This Couple Opened The First Ever Black-Owned Campground In Alabama — And Now They’re Encouraging Black People To Hit The Road With RVing

Aug 1, 2022

In June 2022, Go RVing hosted a Media Summit at the Harpers Ferry Kampgrounds of America. The event was attended by a diverse group of journalists, including Kimberly Wilson, a correspondent for Essence. While at the summit, Kimberly experienced RVing first hand, sparking her interest in the story of Nathan and Alicia Lawson, the owners of Time Away Resort, the first-ever Black-owned campground in Alabama. Read Kimberly's interview with the Lawsons below.

Nathan and AliciaThe “great outdoors” have historically lacked diversity.

Dubbed the “adventure gap” or “nature gap,” the lack of representation in the outdoor space is starting to shift however. In fact, the new North American Camping Report released by Kampgrounds of America indicates more people of color, LGBTQ+, and other diverse identities are choosing camping as a way to experience the outdoors and reap nature’s benefits.

This is partly due to this year’s uptick in “revenge travel,” following two years where so many of us yearning to break free of the confines of our homes and jobs — shifting those who choose camping as a way to experience the outdoors. New campers continue to be more diverse when compared to campers overall, with 54 percent of new campers identifying as non-white. 

Nathan and Alicia Lawson, the owners of Time Away RV Resort, the first recreational RV resort within walking distance of the NASCAR Talladega Superspeedway in Lincoln, Alabama, want to continue to change that narrative. Because RVing is for everybody.

And they’ve been on to something. While there is no shortage of campsites near Talladega (and in fact, there are RV sites on the grounds of the speedway), Time Away is unique in many ways, and particularly because of its appeal to Black travelers from across the country (and even the globe). In this interview with ESSENCE, the First Lady of Time Away RV Resort, Alicia Lawson shares why representation in the RVing industry is necessary and how there have been significant strides in getting there.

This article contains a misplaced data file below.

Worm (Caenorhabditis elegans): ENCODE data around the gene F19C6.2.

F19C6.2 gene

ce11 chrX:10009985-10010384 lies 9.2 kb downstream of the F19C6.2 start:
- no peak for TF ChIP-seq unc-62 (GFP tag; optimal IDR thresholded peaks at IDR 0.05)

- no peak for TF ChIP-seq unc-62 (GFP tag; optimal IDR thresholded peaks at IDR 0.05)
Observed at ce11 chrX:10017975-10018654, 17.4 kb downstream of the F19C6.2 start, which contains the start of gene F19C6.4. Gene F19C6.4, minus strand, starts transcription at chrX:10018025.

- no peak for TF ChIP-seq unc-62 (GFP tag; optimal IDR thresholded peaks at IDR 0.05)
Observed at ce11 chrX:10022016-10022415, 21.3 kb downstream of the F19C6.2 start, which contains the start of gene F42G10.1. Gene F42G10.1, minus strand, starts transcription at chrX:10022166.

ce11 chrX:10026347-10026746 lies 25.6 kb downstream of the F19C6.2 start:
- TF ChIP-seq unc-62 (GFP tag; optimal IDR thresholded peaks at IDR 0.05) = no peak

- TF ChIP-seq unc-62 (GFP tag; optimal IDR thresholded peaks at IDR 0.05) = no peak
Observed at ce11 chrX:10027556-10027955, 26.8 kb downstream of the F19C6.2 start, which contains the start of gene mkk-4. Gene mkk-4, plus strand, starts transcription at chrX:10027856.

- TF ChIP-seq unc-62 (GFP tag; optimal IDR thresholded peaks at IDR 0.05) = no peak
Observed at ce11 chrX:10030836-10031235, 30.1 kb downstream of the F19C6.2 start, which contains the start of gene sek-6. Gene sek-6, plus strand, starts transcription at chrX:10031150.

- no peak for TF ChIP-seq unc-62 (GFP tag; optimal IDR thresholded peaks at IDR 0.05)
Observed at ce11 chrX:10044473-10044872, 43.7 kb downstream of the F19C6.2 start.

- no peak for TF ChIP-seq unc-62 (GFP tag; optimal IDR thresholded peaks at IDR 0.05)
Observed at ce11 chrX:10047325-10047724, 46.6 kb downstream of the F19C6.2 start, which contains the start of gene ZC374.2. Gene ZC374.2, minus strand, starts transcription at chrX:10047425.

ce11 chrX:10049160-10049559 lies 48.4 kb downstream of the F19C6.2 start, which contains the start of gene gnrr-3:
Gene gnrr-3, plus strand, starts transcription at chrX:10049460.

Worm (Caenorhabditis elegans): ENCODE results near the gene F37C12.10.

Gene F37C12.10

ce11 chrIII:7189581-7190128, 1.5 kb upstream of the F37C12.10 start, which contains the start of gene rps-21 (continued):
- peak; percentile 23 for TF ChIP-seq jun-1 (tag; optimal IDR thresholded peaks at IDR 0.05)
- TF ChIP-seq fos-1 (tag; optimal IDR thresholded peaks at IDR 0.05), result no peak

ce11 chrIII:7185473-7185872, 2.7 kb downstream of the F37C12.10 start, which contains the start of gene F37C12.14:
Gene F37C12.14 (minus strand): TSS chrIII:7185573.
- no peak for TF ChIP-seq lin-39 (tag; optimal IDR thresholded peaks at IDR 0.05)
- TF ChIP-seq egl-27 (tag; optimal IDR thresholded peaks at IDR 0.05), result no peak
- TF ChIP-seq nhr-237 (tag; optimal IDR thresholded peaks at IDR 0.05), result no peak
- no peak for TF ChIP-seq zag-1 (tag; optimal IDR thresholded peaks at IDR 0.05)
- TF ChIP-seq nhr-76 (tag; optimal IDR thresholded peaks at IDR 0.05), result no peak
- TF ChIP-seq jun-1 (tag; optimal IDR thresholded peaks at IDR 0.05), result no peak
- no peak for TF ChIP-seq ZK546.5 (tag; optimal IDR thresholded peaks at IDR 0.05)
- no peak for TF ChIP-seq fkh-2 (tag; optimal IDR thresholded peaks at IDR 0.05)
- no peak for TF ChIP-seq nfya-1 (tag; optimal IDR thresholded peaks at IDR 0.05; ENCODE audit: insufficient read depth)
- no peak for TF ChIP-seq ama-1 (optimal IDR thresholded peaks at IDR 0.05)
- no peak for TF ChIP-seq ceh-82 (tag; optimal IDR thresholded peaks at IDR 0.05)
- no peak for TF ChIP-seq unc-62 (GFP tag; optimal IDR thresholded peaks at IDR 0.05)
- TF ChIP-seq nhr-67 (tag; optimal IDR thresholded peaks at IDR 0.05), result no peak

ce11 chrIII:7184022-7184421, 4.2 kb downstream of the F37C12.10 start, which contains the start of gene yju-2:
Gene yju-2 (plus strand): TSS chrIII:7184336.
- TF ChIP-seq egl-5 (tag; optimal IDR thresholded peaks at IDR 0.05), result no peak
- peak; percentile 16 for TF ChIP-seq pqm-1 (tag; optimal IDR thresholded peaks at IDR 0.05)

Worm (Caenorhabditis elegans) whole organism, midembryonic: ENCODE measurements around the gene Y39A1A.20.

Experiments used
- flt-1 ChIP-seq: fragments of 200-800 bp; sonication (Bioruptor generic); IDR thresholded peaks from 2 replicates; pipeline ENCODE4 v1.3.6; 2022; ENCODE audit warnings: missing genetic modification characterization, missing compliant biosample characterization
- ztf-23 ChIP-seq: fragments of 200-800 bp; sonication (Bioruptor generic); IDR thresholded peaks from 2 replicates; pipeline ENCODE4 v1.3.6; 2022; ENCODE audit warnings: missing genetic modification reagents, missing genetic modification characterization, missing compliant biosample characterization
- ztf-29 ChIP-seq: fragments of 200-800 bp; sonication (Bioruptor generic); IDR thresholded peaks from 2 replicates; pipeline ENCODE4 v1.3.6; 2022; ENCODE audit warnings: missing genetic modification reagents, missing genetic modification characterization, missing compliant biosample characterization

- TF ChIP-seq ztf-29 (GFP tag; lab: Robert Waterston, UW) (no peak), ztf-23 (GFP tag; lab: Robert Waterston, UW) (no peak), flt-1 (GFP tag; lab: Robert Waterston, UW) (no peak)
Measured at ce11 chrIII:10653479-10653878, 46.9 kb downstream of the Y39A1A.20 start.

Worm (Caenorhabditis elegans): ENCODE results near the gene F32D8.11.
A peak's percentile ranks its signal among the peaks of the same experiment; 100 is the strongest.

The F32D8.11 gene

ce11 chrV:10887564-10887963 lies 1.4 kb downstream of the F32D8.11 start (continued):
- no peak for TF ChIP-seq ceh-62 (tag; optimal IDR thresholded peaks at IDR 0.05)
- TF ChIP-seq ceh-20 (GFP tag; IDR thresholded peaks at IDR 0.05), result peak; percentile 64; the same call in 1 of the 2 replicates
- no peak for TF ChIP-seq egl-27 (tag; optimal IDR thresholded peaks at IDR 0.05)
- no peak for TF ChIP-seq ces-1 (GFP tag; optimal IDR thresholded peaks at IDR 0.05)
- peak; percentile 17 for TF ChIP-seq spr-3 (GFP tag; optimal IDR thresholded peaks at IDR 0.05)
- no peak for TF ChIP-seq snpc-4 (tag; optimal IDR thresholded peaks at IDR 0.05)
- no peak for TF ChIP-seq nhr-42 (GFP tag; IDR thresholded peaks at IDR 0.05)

What have been your experiences as Black campers?

Alicia Lawson: I grew up in the Port Lawrence Housing Project in Toledo, Ohio and would never have had the chance to experience camping as a child had it not been for a camping program our elementary school implemented. I went camping for the first time in 6th grade on a week-long trip and absolutely loved it!

My husband Nate had a much different experience. His parents owned an RV from the time Nate was born, and even belonged to a camping group with their cousins where they’d camp regularly. Eventually, Nate’s mom gave the family RV to him and we used it as our getaway while our kids were growing up. Although we shared the camping experience with our kids, it was really a chance for Nate and I to be together on our own at least once a week as a date night. We’d drop off our kids with our parents and take our ‘time away’. 

When we first started camping together, we never saw or looked for another Black camper. We just assumed we’d be the only Black people at the campground until about 3 years ago when we stumbled across another Black couple at an RV Park we were visiting for the first time. They used the “Whooty Whoo” call to catch our attention, which we thought was hilarious, and since then we’ve been great friends. 

Starting out, we kept to ourselves at the campground. It wasn’t really a communal atmosphere then. The camping experience is so different now. We walk around, meet new people and feel really safe and welcomed. There have been times when we’ve pulled into a campground and particular flags are flying at various campsites. We turn around and leave, knowing that’s not a space we’re going to feel comfortable in. 

There’s only been one incident the entire time we’ve been camping when we felt unsafe and unwelcomed at a campground. We were sitting around our campfire and our neighbor came over to introduce himself. At first, he was lovely and we hit it off. But as night fell and he had a few cocktails, his personality changed and he started asking us questions that made us feel very uncomfortable. I used a ‘safe’ word that Nate knew was a signal to get inside the RV. In the morning, the campground staff came to our campsite having heard there was an issue the night before. We told them what happened and they completely supported us letting us know they have a zero tolerance for any form of racism. They called the police who removed our neighbor from the campground and the campground expelled him forever! 

Read the full article from Essence here.

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